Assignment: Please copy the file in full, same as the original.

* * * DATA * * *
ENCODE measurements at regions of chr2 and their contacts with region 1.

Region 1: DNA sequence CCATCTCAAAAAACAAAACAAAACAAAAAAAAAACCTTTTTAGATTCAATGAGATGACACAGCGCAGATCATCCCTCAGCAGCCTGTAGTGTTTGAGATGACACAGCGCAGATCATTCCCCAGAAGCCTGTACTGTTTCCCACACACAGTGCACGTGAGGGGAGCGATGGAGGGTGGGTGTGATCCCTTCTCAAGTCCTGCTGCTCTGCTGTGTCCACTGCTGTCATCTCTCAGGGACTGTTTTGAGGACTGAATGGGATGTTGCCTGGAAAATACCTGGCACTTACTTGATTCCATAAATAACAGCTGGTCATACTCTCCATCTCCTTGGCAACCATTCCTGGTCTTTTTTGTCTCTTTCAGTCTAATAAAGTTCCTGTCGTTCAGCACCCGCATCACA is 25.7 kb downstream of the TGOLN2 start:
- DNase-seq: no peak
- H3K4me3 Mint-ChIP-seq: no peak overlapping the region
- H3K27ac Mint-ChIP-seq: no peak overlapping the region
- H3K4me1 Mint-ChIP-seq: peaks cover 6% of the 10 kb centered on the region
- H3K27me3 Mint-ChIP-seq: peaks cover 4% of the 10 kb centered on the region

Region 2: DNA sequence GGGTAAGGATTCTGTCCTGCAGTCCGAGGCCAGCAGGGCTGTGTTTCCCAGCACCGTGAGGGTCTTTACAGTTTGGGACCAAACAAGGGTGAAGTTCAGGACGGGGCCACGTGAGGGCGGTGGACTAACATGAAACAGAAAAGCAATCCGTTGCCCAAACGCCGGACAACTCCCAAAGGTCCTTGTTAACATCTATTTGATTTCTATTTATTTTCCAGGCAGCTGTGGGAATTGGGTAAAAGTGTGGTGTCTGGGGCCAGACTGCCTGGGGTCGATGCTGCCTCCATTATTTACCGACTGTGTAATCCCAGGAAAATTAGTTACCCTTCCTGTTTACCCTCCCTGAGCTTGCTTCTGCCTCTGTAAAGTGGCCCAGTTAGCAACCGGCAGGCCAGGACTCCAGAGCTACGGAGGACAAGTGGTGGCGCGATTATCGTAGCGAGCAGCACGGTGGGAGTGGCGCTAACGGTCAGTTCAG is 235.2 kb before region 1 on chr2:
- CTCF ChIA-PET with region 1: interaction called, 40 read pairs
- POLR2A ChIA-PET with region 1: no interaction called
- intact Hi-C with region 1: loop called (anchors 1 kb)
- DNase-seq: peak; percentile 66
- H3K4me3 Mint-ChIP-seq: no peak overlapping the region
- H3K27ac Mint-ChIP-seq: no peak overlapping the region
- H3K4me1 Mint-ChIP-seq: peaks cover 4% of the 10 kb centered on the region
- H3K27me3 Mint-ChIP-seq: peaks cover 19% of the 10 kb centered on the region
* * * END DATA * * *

ENCODE measurements at regions of chr2 and their contacts with region 1.

Region 1: DNA sequence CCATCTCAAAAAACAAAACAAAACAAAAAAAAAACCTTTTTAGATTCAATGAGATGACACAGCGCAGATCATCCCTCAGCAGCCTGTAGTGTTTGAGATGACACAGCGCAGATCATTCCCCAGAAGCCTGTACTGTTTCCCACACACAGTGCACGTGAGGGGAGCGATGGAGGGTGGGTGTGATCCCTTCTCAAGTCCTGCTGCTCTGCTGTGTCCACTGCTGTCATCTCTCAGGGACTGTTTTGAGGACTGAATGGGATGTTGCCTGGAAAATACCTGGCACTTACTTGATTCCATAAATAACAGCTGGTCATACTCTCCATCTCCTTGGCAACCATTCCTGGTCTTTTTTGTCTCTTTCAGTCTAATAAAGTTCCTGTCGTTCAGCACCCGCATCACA is 25.7 kb downstream of the TGOLN2 start:
- DNase-seq: no peak
- H3K4me3 Mint-ChIP-seq: no peak overlapping the region
- H3K27ac Mint-ChIP-seq: no peak overlapping the region
- H3K4me1 Mint-ChIP-seq: peaks cover 6% of the 10 kb centered on the region
- H3K27me3 Mint-ChIP-seq: peaks cover 4% of the 10 kb centered on the region

Region 2: DNA sequence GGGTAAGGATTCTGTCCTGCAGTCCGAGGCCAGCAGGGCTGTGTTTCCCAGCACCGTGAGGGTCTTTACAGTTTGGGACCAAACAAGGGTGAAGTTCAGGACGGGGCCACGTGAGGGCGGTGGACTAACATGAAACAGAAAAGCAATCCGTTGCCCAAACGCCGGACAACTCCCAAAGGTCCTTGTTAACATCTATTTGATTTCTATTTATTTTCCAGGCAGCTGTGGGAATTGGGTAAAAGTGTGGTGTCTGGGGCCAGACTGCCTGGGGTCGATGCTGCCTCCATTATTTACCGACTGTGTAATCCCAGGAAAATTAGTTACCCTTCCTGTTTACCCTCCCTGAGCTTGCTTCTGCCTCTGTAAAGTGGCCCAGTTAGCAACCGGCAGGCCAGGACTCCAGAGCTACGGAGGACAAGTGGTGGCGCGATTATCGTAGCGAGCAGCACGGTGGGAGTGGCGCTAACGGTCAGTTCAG is 235.2 kb before region 1 on chr2:
- CTCF ChIA-PET with region 1: interaction called, 40 read pairs
- POLR2A ChIA-PET with region 1: no interaction called
- intact Hi-C with region 1: loop called (anchors 1 kb)
- DNase-seq: peak; percentile 66
- H3K4me3 Mint-ChIP-seq: no peak overlapping the region
- H3K27ac Mint-ChIP-seq: no peak overlapping the region
- H3K4me1 Mint-ChIP-seq: peaks cover 4% of the 10 kb centered on the region
- H3K27me3 Mint-ChIP-seq: peaks cover 19% of the 10 kb centered on the region